Liked by 5 people

  4. Expertise in any given area usually comes down to knowing the critical information you need to find and being able to throw out the junk data that you don’t need for the job.

    My work involves reading a specific type of technical diagram, so I can glance at a page and understand what is happening.
    Somebody new might spend hours looking at the same page and be completely confused, but they might also notice a note in the corner that’s different than usual and I overlooked.

    A person trained for the wrong crisis might respond instantly, but their response might be wrong.

    A person untrained for the crisis might freeze or run around like a headless chicken, but given time, they might be able to reach better conclusions than the person making the wrong assumptions.

    The parts that annoy me are when the trained people don’t respond correctly, but they don’t respond by their training either.

    Or untrained civilians that instantly understand what’s going on.

    Or even worse, the “genre savvy” people who make random assumptions about the situation and assume they know the correct response because “that’s how the stories go.”

    Liked by 3 people

    1. See, Shen Yuan and Shang Qinghua in SVSSS. Genre savvy as all get out, but they were in there thinking they were in a harem drama, even worse, a stallion novel. They aren’t.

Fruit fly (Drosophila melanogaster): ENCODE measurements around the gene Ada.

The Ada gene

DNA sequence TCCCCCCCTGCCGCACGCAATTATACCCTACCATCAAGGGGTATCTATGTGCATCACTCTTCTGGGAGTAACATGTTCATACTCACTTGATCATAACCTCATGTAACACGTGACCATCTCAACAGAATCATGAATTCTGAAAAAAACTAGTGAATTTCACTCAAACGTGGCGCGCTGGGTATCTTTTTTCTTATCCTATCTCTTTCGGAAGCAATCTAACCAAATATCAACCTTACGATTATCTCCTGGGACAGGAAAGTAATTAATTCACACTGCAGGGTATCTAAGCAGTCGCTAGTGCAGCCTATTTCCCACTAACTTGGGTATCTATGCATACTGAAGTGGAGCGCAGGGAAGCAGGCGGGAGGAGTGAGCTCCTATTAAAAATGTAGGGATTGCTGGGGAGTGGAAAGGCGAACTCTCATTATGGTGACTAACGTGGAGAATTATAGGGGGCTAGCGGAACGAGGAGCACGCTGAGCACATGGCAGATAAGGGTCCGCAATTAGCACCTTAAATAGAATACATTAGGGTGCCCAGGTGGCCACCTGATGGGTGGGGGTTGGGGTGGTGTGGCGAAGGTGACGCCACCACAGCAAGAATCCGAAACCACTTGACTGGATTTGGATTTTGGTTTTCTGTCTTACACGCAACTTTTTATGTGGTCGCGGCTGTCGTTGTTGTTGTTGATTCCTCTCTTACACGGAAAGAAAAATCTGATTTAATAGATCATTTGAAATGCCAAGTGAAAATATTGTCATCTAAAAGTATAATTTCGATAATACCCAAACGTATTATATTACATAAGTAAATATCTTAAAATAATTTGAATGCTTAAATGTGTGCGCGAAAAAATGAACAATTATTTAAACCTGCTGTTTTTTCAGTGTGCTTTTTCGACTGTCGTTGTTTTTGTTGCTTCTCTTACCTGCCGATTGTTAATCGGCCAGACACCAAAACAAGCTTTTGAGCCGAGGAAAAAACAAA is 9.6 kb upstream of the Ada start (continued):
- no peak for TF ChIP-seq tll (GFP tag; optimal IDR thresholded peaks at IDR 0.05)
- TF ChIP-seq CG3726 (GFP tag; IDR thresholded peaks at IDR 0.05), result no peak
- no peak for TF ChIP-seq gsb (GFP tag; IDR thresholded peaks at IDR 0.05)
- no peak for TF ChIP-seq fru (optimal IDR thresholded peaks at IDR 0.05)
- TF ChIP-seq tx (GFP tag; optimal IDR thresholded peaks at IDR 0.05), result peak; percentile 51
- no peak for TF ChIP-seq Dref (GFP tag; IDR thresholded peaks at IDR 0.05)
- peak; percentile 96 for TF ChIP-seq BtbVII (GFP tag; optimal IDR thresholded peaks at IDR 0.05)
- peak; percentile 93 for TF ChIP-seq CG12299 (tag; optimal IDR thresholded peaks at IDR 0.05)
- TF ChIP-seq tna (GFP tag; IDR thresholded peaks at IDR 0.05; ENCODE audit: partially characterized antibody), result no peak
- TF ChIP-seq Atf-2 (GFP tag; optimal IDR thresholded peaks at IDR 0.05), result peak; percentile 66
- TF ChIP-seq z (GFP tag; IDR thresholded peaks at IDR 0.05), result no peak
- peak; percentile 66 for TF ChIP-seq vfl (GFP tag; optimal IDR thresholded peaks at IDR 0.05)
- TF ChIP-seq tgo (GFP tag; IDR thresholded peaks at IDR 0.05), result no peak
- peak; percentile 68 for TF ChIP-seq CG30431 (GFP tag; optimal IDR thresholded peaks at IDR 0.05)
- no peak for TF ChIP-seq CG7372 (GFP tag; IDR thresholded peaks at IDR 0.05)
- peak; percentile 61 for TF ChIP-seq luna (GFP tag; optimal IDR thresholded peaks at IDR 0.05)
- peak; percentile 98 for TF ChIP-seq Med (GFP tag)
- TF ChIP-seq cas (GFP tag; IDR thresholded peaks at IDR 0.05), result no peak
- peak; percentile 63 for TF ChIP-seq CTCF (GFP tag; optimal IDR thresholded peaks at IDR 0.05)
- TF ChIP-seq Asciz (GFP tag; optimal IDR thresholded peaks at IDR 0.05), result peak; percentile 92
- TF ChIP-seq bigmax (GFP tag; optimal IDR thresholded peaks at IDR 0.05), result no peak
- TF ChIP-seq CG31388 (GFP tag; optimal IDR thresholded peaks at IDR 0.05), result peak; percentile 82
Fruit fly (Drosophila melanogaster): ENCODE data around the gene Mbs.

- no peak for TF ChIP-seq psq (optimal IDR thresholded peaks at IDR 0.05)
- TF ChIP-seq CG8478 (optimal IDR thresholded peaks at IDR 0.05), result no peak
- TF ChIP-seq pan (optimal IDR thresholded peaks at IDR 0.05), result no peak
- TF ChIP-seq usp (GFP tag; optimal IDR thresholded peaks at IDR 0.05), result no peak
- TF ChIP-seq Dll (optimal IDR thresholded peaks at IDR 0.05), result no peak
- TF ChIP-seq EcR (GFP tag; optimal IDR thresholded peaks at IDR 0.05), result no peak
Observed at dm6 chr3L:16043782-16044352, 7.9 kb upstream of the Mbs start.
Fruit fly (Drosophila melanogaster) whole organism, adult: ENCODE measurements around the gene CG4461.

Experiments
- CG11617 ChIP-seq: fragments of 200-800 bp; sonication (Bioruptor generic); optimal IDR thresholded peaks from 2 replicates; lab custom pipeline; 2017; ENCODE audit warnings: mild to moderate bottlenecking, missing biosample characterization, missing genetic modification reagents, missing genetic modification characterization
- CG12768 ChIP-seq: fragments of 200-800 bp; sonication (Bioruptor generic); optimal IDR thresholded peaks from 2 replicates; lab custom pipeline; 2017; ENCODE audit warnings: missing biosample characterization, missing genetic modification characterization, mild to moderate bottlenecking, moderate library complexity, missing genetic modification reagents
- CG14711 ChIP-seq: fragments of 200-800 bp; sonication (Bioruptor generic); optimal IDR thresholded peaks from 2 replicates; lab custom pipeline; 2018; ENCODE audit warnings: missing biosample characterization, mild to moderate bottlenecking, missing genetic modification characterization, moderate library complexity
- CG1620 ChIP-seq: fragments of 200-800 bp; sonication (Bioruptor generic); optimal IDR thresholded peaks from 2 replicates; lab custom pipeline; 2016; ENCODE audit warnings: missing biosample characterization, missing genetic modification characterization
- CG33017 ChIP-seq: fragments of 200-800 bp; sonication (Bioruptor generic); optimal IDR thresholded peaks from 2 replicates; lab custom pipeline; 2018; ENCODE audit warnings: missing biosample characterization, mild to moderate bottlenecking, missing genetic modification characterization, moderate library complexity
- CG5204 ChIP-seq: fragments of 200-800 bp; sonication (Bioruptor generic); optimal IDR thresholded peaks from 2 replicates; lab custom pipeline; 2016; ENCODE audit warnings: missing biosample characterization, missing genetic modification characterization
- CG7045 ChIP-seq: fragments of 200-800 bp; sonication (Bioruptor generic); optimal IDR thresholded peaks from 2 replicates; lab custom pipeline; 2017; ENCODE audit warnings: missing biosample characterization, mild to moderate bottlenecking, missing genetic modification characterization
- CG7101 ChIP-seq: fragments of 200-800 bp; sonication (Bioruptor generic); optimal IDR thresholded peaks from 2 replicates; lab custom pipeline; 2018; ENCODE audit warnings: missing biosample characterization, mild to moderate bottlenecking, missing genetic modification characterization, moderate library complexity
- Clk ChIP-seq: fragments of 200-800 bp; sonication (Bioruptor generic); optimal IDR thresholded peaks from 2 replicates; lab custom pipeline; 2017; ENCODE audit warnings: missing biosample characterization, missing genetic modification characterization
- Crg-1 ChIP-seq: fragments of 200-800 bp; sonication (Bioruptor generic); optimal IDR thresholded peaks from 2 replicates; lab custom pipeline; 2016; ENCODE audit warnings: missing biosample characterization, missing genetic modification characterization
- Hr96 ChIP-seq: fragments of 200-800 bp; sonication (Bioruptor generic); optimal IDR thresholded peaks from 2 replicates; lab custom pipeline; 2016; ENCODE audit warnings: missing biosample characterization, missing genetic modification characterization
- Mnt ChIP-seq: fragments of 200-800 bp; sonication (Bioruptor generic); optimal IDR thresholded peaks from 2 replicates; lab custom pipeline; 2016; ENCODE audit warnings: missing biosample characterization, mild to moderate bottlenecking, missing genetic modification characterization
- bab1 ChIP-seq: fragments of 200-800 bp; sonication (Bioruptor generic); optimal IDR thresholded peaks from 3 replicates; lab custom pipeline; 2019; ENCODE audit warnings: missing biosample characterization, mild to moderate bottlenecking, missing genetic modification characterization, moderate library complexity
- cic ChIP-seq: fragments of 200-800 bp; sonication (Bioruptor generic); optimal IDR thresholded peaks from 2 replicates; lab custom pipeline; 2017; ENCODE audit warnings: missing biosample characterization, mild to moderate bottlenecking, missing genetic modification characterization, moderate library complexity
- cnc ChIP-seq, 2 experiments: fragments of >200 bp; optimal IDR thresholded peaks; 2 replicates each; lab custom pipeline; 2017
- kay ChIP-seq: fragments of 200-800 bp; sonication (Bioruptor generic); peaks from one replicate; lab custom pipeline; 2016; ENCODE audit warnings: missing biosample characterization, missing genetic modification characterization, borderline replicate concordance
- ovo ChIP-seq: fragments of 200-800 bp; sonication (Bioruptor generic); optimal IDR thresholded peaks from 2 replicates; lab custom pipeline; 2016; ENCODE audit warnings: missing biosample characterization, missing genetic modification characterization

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  5. Unless – and this is the trick – your character can somehow reclassify this extreme situation as somewhat like messes they’ve dealt with in the past, and apply similar strategies. And survive.

    You can have a lot of fun with this one by making it incredibly outlandish stuff– say, your guy thrown into a giant mecha survives because he was really good at playing dodgeball.

    If it’s more than a one-off, you’ll want to stick with the strengths and weaknesses of this “training”– say, don’t try to catch the ball when it’s explosive.

    Liked by 1 person

    1. Miss Marple’s village parallels. She’s not wrong — experience with people and situations does tend to repeat, and unfortunately you do have to consider the worst possibilities about people as well as the best.